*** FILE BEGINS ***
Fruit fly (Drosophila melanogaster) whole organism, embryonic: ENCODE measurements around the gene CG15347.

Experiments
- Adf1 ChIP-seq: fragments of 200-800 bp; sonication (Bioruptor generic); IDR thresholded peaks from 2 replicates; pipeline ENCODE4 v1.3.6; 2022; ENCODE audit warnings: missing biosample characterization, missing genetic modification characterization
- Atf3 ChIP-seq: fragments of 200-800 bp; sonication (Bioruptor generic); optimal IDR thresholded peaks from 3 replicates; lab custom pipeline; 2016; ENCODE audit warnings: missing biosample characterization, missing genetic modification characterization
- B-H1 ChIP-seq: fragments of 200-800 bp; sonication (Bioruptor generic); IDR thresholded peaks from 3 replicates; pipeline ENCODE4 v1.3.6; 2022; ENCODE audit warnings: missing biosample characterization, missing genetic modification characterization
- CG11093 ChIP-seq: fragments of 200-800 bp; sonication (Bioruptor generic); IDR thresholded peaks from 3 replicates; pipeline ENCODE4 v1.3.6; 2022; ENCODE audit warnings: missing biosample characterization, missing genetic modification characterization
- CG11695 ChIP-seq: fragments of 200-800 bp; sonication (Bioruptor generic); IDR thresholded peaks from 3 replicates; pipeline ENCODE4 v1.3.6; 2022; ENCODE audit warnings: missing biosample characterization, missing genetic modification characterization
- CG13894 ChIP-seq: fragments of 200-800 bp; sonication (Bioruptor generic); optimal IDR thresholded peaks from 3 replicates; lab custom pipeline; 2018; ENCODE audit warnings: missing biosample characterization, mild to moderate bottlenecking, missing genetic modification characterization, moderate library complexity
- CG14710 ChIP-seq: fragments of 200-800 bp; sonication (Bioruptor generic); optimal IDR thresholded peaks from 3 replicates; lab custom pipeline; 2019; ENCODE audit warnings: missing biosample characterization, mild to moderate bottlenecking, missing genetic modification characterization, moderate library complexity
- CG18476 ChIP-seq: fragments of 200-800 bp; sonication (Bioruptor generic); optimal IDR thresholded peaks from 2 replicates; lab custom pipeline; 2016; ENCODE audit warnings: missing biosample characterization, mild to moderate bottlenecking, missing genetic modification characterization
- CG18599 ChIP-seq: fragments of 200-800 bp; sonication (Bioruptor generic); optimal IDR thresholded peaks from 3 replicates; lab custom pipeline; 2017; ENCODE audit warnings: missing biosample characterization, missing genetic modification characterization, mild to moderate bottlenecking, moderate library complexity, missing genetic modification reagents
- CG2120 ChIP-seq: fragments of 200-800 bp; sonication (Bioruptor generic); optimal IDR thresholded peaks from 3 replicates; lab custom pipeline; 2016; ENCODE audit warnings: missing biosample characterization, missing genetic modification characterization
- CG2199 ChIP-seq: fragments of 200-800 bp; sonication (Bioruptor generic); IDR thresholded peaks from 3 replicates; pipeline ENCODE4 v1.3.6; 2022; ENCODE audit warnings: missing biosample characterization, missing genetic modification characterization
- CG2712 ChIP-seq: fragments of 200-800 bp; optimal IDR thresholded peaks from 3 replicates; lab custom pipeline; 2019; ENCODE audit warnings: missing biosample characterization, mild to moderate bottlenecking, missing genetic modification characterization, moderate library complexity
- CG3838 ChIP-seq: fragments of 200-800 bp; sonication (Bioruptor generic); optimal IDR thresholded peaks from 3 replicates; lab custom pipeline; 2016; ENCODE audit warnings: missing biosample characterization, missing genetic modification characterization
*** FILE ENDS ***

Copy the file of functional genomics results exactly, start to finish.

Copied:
Fruit fly (Drosophila melanogaster) whole organism, embryonic: ENCODE measurements around the gene CG15347.

Experiments
- Adf1 ChIP-seq: fragments of 200-800 bp; sonication (Bioruptor generic); IDR thresholded peaks from 2 replicates; pipeline ENCODE4 v1.3.6; 2022; ENCODE audit warnings: missing biosample characterization, missing genetic modification characterization
- Atf3 ChIP-seq: fragments of 200-800 bp; sonication (Bioruptor generic); optimal IDR thresholded peaks from 3 replicates; lab custom pipeline; 2016; ENCODE audit warnings: missing biosample characterization, missing genetic modification characterization
- B-H1 ChIP-seq: fragments of 200-800 bp; sonication (Bioruptor generic); IDR thresholded peaks from 3 replicates; pipeline ENCODE4 v1.3.6; 2022; ENCODE audit warnings: missing biosample characterization, missing genetic modification characterization
- CG11093 ChIP-seq: fragments of 200-800 bp; sonication (Bioruptor generic); IDR thresholded peaks from 3 replicates; pipeline ENCODE4 v1.3.6; 2022; ENCODE audit warnings: missing biosample characterization, missing genetic modification characterization
- CG11695 ChIP-seq: fragments of 200-800 bp; sonication (Bioruptor generic); IDR thresholded peaks from 3 replicates; pipeline ENCODE4 v1.3.6; 2022; ENCODE audit warnings: missing biosample characterization, missing genetic modification characterization
- CG13894 ChIP-seq: fragments of 200-800 bp; sonication (Bioruptor generic); optimal IDR thresholded peaks from 3 replicates; lab custom pipeline; 2018; ENCODE audit warnings: missing biosample characterization, mild to moderate bottlenecking, missing genetic modification characterization, moderate library complexity
- CG14710 ChIP-seq: fragments of 200-800 bp; sonication (Bioruptor generic); optimal IDR thresholded peaks from 3 replicates; lab custom pipeline; 2019; ENCODE audit warnings: missing biosample characterization, mild to moderate bottlenecking, missing genetic modification characterization, moderate library complexity
- CG18476 ChIP-seq: fragments of 200-800 bp; sonication (Bioruptor generic); optimal IDR thresholded peaks from 2 replicates; lab custom pipeline; 2016; ENCODE audit warnings: missing biosample characterization, mild to moderate bottlenecking, missing genetic modification characterization
- CG18599 ChIP-seq: fragments of 200-800 bp; sonication (Bioruptor generic); optimal IDR thresholded peaks from 3 replicates; lab custom pipeline; 2017; ENCODE audit warnings: missing biosample characterization, missing genetic modification characterization, mild to moderate bottlenecking, moderate library complexity, missing genetic modification reagents
- CG2120 ChIP-seq: fragments of 200-800 bp; sonication (Bioruptor generic); optimal IDR thresholded peaks from 3 replicates; lab custom pipeline; 2016; ENCODE audit warnings: missing biosample characterization, missing genetic modification characterization
- CG2199 ChIP-seq: fragments of 200-800 bp; sonication (Bioruptor generic); IDR thresholded peaks from 3 replicates; pipeline ENCODE4 v1.3.6; 2022; ENCODE audit warnings: missing biosample characterization, missing genetic modification characterization
- CG2712 ChIP-seq: fragments of 200-800 bp; optimal IDR thresholded peaks from 3 replicates; lab custom pipeline; 2019; ENCODE audit warnings: missing biosample characterization, mild to moderate bottlenecking, missing genetic modification characterization, moderate library complexity
- CG3838 ChIP-seq: fragments of 200-800 bp; sonication (Bioruptor generic); optimal IDR thresholded peaks from 3 replicates; lab custom pipeline; 2016; ENCODE audit warnings: missing biosample characterization, missing genetic modification characterization